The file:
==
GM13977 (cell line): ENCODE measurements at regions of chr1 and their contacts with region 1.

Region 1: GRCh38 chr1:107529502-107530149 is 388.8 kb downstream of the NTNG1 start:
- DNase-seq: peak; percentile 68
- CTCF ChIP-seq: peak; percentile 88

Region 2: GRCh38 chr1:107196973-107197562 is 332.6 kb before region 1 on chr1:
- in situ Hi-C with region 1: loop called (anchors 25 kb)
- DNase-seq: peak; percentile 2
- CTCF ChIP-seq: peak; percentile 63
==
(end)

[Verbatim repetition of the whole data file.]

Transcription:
GM13977 (cell line): ENCODE measurements at regions of chr1 and their contacts with region 1.

Region 1: GRCh38 chr1:107529502-107530149 is 388.8 kb downstream of the NTNG1 start:
- DNase-seq: peak; percentile 68
- CTCF ChIP-seq: peak; percentile 88

Region 2: GRCh38 chr1:107196973-107197562 is 332.6 kb before region 1 on chr1:
- in situ Hi-C with region 1: loop called (anchors 25 kb)
- DNase-seq: peak; percentile 2
- CTCF ChIP-seq: peak; percentile 63